Good luck and don't give up. Running sound is delightful when you get things working right...or should I say, right enough.

Hi Gordon,

Thanks for your reply too.

I hear what you are saying when you say 'right enough' and so many times I have read lately how sound is a big compromise, more than I have ever realised.  Having said that I have worked with average kit and had it sound great and great kit but been defeated by the environment. 
In reply to your feelings on not going with the wavelength separation option, I was of the understanding that if separated below 240 degrees phase offset of the highest frequency below the crossover point then bass would be more likely to behave itself and not gather for a party in the alley. 
It sound like you would not agree with that statement?
I guess what I'm looking for is a toolbox of different options that I can use, this is the first one I want to get my head around and best to be forearmed with a bit knowledge before I try to put it into operation.
Logged

Ivan Beaver

  • Hero Member
  • *****
  • Offline Offline
  • Posts: 8661
  • Atlanta GA
Re: Another Spaced Sub Question - (Sorry)
« Reply #5 on: March 13, 2018, 07:34:17 am »

Hi all,

Any help will be much appreciated.

I intend to use the option of 3 subs spaced at under 2/3 wavelength but wonder if this will cause some direction/steering issues (apologies if terminology is not quite correct).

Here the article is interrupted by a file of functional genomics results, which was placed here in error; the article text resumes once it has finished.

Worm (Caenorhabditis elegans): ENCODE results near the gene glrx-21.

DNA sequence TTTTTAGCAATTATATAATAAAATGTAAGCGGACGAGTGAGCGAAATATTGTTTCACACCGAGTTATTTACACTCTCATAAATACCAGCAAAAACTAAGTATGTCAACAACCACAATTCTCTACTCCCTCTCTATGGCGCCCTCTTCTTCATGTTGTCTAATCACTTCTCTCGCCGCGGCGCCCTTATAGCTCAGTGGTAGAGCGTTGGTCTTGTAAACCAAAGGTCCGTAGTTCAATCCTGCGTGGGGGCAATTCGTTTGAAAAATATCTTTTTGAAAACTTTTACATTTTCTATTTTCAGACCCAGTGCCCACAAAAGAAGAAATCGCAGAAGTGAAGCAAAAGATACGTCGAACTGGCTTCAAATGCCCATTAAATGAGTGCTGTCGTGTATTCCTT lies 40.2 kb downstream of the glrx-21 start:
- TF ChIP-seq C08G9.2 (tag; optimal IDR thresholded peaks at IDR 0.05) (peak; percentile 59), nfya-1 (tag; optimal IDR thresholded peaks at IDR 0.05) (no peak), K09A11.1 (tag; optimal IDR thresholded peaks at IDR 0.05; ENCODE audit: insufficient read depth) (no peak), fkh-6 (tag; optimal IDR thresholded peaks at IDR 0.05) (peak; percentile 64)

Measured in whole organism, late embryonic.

Generally 1/4 wavelength (or less) of the highest freq of interest is the goal to avoid interactions.

If you have larger spacing than that, you will start to have interactions.

How much depends on a number of factors: the actual spacing vs freq, the number of cabinets, any response differences etc.

Sound systems are the fine art of compromise.

You cannot get everything correct, so you try to understand the compromises, decide what is best for a particular situation and live with it.
Logged
A complex question is easily answered by a simple-easy to understand WRONG answer!

Ivan Beaver
Danley Sound Labs

PHYSICS- NOT FADS!

Steve Garris

  • Hero Member
  • *****
  • Offline Offline
  • Posts: 1152
Re: Another Spaced Sub Question - (Sorry)
« Reply #6 on: March 13, 2018, 03:10:22 pm »

Generally 1/4 wavelength (or less) of the highest freq of interest is the goal to avoid interactions.

If you have larger spacing than that, you will start to have interactions.

How much depends on a number of factors: the actual spacing vs freq, the number of cabinets, any response differences etc.

Sound systems are the fine art of compromise.

You cannot get everything correct, so you try to understand the compromises, decide what is best for a particular situation and live with it.